Praying With Persistence

Then he said to them, “Suppose one of you has a friend, and he goes to him at midnight and says, ‘Friend, lend me three loaves of bread, because a friend of mine on a journey has come to me, and I have nothing to set before him.’

“Then the one inside answers, ‘Don’t bother me. The door is already locked, and my children are with me in bed. I can’t get up and give you anything.’ I tell you, though he will not get up and give him the bread because he is his friend, yet because of the man’s boldness he will get up and give him as much as he needs.” (Luke 11:5-8)

In this parable, Jesus is teaching us about the need for boldness and persistence when we pray. He reiterates this same principle in Luke 18 when He tells the Parable of the Persistent Widow. The widow keeps approaching a judge for justice. The judge was neither God-fearing nor cared about men, yet because of her persistence he granted her request just to avoid having her wear him out. Jesus ends that story with:

“Effectual fervent prayer has been the mightiest weapon of God’s mightiest soldiers.” -E. M. Bounds

“Will not God bring about justice for his chosen ones, who cry out to him day and night? Will he keep putting them off? I tell you, he will see that they get justice, and quickly.” (Luke 18:6-7)

In contrast to an unjust judge who is compliant simply to get someone off his back, God, who is just and holy and righteous, will respond quickly to the cries of His children. We are told in Hebrews:

For we do not have a high priest who is unable to sympathize with our weaknesses, but we have one who has been tempted in every way, just as we are–yet was without sin. Let us then approach the throne of grace with confidence, so that w may receive mercy and find grace to help us in our time of need. (Hebrews 4:15-16)

Jesus, our High Priest, who lives to intercede for us, administers mercy to us as we approach the “throne of grace.”

So do not throw away your confidence; it will be richly rewarded. You need to persevere so that when you have done the will of God, you will receive what he has promised. For in just a very little while, “He who is coming will come and will not delay. But my righteous one will live by faith. And if he shrinks back, I will not be pleased with him.” (Hebrews 10:35-38)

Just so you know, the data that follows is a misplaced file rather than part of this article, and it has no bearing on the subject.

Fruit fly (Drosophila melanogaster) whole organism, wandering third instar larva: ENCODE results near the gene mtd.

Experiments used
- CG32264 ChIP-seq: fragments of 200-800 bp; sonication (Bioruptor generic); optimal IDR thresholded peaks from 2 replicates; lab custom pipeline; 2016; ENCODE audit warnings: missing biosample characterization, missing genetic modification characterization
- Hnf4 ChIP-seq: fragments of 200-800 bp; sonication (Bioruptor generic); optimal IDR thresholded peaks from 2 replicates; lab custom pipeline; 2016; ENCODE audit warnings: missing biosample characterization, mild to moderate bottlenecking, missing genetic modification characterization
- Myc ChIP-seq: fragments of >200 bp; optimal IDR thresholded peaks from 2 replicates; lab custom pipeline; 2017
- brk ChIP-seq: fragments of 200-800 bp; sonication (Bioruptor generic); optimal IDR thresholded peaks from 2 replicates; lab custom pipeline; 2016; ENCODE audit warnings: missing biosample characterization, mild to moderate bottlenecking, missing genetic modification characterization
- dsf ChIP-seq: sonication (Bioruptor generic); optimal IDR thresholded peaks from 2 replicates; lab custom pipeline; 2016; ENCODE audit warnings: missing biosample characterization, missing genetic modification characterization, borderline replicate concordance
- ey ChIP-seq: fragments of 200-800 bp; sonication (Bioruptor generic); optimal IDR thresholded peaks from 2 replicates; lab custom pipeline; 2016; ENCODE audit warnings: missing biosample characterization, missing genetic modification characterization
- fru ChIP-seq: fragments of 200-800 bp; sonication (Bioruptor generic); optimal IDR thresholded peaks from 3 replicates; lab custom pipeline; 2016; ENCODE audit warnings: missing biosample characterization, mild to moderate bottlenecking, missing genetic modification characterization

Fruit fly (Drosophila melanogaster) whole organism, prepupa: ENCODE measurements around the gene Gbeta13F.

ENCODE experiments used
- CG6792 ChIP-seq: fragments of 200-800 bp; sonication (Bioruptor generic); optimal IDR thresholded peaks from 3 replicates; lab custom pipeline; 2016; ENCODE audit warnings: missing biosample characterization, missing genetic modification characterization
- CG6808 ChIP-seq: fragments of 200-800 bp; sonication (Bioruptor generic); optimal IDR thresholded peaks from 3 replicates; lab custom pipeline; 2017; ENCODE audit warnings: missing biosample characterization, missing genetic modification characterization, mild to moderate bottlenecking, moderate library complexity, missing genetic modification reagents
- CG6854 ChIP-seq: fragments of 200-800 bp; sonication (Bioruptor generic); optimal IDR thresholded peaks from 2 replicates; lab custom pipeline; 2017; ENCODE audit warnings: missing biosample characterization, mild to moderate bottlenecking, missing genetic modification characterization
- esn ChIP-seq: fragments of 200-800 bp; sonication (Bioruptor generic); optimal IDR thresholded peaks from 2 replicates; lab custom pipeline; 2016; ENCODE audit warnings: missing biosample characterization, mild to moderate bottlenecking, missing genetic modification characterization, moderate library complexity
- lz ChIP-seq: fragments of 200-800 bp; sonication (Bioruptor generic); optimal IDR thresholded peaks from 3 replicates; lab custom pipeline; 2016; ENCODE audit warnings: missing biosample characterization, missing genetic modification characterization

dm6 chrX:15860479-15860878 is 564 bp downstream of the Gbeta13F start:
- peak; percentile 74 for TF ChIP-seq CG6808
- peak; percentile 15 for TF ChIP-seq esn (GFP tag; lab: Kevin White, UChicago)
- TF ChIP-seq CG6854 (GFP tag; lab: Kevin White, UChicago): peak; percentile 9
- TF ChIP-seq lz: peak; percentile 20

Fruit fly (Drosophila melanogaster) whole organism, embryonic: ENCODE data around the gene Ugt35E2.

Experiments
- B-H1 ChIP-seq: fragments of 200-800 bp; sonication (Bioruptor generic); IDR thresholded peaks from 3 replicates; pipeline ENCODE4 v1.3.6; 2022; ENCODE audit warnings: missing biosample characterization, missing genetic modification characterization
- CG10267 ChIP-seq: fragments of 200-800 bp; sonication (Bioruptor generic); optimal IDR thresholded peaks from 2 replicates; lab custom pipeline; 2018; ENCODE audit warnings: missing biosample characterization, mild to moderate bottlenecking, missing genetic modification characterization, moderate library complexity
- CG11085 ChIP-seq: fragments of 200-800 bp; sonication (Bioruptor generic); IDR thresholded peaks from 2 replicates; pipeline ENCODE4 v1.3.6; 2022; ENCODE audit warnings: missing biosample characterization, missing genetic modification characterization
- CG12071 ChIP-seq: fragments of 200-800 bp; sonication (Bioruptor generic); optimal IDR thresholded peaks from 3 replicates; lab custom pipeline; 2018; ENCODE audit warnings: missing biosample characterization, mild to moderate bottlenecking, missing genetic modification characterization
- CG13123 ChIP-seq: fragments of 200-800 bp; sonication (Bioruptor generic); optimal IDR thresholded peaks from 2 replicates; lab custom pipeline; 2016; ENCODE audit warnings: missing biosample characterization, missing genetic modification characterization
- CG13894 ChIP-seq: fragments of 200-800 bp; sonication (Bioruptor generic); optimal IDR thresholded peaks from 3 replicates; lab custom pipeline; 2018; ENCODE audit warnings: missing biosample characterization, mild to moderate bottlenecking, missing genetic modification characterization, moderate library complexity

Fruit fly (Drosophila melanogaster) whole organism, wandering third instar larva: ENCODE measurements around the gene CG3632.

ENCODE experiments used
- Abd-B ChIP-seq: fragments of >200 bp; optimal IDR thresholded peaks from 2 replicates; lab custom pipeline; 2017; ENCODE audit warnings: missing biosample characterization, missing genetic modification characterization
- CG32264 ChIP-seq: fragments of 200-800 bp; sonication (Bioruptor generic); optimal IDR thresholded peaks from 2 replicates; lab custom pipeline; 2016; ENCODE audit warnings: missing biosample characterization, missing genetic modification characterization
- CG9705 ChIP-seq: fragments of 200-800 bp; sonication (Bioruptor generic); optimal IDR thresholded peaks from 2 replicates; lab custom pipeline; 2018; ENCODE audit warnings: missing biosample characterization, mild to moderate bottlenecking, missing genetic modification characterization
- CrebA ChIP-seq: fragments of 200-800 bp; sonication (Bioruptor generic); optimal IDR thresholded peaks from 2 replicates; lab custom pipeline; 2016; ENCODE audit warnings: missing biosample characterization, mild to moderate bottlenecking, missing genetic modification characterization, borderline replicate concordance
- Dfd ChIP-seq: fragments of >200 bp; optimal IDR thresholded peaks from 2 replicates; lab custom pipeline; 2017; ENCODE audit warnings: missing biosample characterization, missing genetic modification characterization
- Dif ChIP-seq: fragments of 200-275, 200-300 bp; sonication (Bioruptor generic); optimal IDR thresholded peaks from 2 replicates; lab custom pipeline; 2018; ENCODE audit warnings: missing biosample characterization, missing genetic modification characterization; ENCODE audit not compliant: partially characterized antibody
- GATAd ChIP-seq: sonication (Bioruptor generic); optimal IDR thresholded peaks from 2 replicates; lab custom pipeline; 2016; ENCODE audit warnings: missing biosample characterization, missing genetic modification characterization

“With such a High Priest, it follows that believers should approach the throne of grace with confidence. In a book filled with lovely and captivating turns of expression, few excel the memorable phrase “throne of grace.” Such a conception of the presence of God into which beleaguered Christians may come at any time, suggests both the sovereignty of the One they approach (since they come to a “throne”) and His benevolence. At a point of contact with God like this Christians can fully expect to receive mercy and find grace to help … in … time of need.” -Bible Knowledge Commentary

“God, the eternal God of the universe, stands, as it were, like an almighty servant and says: ‘If you, My child, will only pray I will work; if you will only be busy with asking I will see to the doing.’ Not only does He bestow at our cry, but He acts. Not only does our praying evoke His bounty, it sets in motion His omnipotence. Wherefore, as we enter into the secret chamber of prayer, nothing will so stir us to mighty intercession, nothing will so soon make us master-pleaders with God for a lost world, as to whisper to our own soul, again and again, this wonderful truth, ‘While I am praying God is really doing that which I am asking!’”
(James H. McConkey)

Take It to Heart

God calls each one of us to pray both boldly and persistently, not on our own merits or righteousness, for we have none, but on the merits of Christ! “God’s best gifts, like valuable jewels, are kept under lock and key, and those who want them must, with fervent faith, importunately ask for them; for God is the rewarder of them that diligently seek Him.” (Dwight L. Moody)

Previous Next